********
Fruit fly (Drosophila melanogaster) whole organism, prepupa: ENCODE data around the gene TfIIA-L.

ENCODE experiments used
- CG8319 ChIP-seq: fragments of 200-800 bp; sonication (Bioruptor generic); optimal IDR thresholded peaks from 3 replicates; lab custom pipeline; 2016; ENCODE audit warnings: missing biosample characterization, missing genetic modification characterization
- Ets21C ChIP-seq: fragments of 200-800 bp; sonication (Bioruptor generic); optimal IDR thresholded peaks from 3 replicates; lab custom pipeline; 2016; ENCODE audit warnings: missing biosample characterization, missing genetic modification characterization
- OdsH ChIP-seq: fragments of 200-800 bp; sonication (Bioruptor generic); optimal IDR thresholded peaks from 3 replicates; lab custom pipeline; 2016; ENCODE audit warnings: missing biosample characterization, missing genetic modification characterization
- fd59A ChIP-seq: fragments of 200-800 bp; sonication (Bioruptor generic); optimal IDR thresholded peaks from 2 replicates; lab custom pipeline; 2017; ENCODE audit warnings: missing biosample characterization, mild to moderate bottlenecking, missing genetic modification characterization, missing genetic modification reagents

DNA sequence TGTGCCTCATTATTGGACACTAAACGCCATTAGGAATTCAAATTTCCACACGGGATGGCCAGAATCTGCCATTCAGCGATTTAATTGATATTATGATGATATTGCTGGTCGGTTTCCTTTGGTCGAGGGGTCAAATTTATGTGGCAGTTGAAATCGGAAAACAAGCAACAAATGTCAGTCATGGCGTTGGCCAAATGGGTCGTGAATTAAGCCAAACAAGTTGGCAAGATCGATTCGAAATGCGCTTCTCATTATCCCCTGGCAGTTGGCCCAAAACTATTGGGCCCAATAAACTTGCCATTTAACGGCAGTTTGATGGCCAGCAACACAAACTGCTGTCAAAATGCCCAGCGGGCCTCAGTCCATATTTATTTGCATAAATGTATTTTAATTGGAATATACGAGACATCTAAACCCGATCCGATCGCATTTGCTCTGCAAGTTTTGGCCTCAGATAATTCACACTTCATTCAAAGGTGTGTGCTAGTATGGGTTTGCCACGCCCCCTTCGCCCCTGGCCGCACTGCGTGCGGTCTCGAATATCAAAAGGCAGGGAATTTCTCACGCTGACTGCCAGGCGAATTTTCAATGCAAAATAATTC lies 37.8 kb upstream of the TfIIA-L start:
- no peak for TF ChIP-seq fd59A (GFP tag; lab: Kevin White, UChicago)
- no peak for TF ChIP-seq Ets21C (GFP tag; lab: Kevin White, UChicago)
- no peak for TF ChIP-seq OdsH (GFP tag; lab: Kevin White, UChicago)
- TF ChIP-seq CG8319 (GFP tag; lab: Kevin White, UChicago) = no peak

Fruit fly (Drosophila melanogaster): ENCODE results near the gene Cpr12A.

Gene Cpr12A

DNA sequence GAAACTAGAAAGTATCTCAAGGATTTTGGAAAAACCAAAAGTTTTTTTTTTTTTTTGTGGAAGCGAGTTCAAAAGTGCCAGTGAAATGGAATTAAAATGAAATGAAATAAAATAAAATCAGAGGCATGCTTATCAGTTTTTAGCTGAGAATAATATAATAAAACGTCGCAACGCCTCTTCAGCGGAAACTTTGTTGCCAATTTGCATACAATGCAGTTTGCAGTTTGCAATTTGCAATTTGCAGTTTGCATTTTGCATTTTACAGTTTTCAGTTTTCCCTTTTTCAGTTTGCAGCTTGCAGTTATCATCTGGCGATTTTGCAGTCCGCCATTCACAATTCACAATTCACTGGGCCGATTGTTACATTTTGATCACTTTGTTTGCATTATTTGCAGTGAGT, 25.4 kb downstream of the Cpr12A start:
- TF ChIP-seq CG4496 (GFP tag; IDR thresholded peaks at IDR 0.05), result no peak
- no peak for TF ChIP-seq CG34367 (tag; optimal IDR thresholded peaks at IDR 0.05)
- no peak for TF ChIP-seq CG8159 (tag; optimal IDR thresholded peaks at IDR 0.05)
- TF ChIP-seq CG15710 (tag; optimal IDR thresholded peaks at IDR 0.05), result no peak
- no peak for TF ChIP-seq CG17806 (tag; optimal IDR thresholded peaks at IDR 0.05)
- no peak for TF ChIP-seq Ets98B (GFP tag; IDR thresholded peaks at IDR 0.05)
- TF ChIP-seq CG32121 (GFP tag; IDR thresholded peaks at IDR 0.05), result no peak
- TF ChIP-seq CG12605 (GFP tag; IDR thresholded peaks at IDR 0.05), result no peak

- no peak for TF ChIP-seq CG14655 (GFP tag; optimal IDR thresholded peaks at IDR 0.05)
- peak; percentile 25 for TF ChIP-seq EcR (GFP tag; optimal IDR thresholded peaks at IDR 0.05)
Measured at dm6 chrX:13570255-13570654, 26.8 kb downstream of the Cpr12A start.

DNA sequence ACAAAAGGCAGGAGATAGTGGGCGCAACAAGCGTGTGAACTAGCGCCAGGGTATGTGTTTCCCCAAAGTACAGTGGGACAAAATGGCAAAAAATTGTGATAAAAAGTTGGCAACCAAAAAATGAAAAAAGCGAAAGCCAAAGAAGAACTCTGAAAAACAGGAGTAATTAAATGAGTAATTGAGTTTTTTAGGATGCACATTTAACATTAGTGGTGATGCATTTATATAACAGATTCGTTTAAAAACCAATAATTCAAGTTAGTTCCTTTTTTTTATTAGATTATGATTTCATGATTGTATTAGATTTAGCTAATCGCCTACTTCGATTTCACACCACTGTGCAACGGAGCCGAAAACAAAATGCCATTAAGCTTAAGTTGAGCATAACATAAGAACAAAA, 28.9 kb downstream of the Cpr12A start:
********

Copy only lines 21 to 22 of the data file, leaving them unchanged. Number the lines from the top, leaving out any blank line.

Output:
- TF ChIP-seq CG32121 (GFP tag; IDR thresholded peaks at IDR 0.05), result no peak
- TF ChIP-seq CG12605 (GFP tag; IDR thresholded peaks at IDR 0.05), result no peak